|Publication number||US8064686 B2|
|Application number||US 11/389,381|
|Publication date||Nov 22, 2011|
|Filing date||Mar 24, 2006|
|Priority date||Sep 26, 2003|
|Also published as||CN1856804A, DE102004046584A1, EP1665162A1, US20070009149, WO2005031647A1|
|Publication number||11389381, 389381, US 8064686 B2, US 8064686B2, US-B2-8064686, US8064686 B2, US8064686B2|
|Inventors||Robert Wagner, Rainer Hesse|
|Original Assignee||Micro-Epsilon Messtechnik Gmbh & Co. Kg|
|Export Citation||BiBTeX, EndNote, RefMan|
|Patent Citations (11), Non-Patent Citations (5), Referenced by (1), Classifications (9), Legal Events (2)|
|External Links: USPTO, USPTO Assignment, Espacenet|
The present application is a continuation of international application PCT/DE2004/002132, filed 23 Sep., 2004, and which designates the U.S. The disclosure of the referenced application is incorporated herein by reference.
The present invention relates to a method and a device for the contactless optical determination of the 3D position of an object, wherein the determination of the 3D position includes the determination of the 3D position and the 3D orientation of the object and wherein the geometrical characteristics of the object are known.
The automation of production flows plays an increasingly important role in industrial manufacturing. For production lines, which do not allow an exact positioning of the components to be processed, it is especially important to know the complete 3D position of the component, i.e., the 3D position and the 3D orientation in space, in order to be able to grasp and process the component using a robot.
In addition, the determination of the 3D position can be used for calibrating a robot. The geometrical characteristics are thereby arranged in a known manner on the robot arm, or a calibration target is mounted on the robot arm. The robot arm is moved in the lens coverage of a stationarily mounted camera and thereafter the determination of the 3D position of the robot arm is carried out in order to examine and/or recalibrate its position and orientation.
Another application is the determination of the 3D position of components in the installed state. By determining the position of a reference part, for example, it is possible to examine whether the position of installed parts is consistent with the position of the reference part, in order to thus determine incorrectly mounted components.
Nowadays, known devices for determining the 3D position are exclusively multi-camera systems, which involve considerable costs due to the use of two or more cameras. In the context of the use of a single camera, only adjusted 2D methods for grasping components are known so far, i.e., the position and orientation in a plane (3 degrees of freedom) and additionally height information about the height of the component (1 more degree of freedom) are determined. However, using this known method, at most 2½D information is obtained about the position of the component, as a result of which, for example, it is not possible to correctly grasp the component when the latter is in an oblique position.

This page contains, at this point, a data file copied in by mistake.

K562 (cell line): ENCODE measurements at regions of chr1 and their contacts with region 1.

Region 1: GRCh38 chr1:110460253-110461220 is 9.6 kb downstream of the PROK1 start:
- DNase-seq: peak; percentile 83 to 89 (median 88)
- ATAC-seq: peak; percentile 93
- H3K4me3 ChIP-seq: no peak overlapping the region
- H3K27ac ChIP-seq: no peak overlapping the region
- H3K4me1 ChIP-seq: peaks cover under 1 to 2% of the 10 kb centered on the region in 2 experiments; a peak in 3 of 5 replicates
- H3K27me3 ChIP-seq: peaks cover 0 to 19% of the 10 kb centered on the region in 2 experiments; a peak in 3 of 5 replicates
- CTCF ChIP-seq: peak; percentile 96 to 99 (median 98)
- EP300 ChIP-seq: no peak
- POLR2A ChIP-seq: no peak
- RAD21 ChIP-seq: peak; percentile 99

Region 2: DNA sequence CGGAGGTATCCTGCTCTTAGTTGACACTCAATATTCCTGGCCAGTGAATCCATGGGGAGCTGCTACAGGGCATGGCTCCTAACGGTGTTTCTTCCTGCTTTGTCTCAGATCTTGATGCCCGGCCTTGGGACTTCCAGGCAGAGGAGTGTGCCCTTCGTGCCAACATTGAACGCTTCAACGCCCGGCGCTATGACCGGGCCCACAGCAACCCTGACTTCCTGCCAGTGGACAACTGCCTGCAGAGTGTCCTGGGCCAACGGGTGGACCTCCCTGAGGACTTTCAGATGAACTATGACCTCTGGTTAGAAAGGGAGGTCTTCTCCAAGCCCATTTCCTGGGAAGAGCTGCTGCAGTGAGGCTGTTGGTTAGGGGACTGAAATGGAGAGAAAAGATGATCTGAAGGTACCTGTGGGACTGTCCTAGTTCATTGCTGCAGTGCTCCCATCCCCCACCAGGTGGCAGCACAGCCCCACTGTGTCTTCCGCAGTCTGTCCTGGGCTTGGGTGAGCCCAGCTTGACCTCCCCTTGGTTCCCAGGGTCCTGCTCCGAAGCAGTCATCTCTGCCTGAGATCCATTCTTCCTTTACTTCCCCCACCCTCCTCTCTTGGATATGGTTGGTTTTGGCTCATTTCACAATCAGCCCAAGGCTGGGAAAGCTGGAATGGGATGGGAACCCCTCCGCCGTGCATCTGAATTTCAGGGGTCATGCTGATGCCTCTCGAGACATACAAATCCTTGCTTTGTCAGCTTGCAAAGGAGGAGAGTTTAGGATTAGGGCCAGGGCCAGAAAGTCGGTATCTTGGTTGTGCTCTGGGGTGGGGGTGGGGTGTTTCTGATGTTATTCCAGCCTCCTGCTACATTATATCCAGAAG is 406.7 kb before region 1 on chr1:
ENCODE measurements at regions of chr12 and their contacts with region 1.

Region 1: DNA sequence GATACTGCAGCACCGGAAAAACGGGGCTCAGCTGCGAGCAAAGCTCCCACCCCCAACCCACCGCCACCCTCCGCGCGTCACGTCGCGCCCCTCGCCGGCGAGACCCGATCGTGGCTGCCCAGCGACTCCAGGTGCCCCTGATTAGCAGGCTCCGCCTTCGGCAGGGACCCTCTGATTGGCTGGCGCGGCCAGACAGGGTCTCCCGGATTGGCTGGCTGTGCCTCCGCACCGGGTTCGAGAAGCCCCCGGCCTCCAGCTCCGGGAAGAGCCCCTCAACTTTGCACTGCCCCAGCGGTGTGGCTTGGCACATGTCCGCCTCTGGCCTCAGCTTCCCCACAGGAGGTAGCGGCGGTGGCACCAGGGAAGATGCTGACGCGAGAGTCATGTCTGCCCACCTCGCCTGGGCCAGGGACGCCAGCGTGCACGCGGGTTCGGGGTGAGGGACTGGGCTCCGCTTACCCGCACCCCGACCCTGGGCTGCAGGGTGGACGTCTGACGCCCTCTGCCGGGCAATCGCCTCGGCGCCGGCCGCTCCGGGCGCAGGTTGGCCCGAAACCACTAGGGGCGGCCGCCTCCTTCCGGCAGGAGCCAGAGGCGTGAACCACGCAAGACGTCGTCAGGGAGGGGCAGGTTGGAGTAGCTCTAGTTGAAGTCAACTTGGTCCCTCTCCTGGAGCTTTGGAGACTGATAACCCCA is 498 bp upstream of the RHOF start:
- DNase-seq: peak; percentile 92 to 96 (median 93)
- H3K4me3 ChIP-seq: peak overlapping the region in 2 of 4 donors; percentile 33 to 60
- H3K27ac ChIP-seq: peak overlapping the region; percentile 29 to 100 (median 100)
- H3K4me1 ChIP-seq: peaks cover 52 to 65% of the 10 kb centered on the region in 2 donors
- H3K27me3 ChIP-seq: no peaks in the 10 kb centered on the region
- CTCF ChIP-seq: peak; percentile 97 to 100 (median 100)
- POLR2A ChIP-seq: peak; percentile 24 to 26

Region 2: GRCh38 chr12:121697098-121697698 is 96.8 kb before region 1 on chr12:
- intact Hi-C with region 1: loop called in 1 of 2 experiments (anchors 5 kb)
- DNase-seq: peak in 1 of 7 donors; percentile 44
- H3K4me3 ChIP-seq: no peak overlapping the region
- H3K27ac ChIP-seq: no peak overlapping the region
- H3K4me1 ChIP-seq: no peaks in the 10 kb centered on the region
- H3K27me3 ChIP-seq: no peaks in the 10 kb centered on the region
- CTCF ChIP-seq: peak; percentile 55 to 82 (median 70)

The calibration of a robot is mostly carried out manually according to the current state of the art, due to the lack of corresponding auxiliary means for setting up all 6 degrees of freedom. The calibration is extremely time-consuming, thus resulting in long maintenance intervals. In addition, the manual calibration methods are, in general, relatively inaccurate.
Nowadays, the determination of the position of a component after its installation can also be carried out using only multi-camera systems. Alternatively, sensory solutions for single measured variables are known, wherein said solutions solve the actual total problem using a multi-sensor evaluation. Such sensory multiple measurements are also time-consuming and are often hardly helpful for the overall assessment of the 3D position.
The object of the present invention is to design and to further improve a method and a device for the contactless optical determination of the 3D position of an object in such a way that it is possible to determine complete 3D information about the object to be studied using simple means and at high measuring speed and measuring accuracy.
The inventive method for the contactless optical determination of the 3D position of an object achieves the above objectives and others by providing a method wherein an image of the object is generated by means of a camera and the 3D position of the object is calculated from the camera image based on the image information about the detected geometrical characteristics. Specifically, the method comprises generating an image of the object by means of a camera, and calculating the 3D position of the object from the camera image based on image information about the detected geometrical characteristics, wherein the camera is held stationary with a fixed alignment, the complete determination of the 3D position is carried out by means of a single image acquisition using the camera, and a known 3D-position of the geometric characteristics is assigned in each case to the corresponding two-dimensional image information.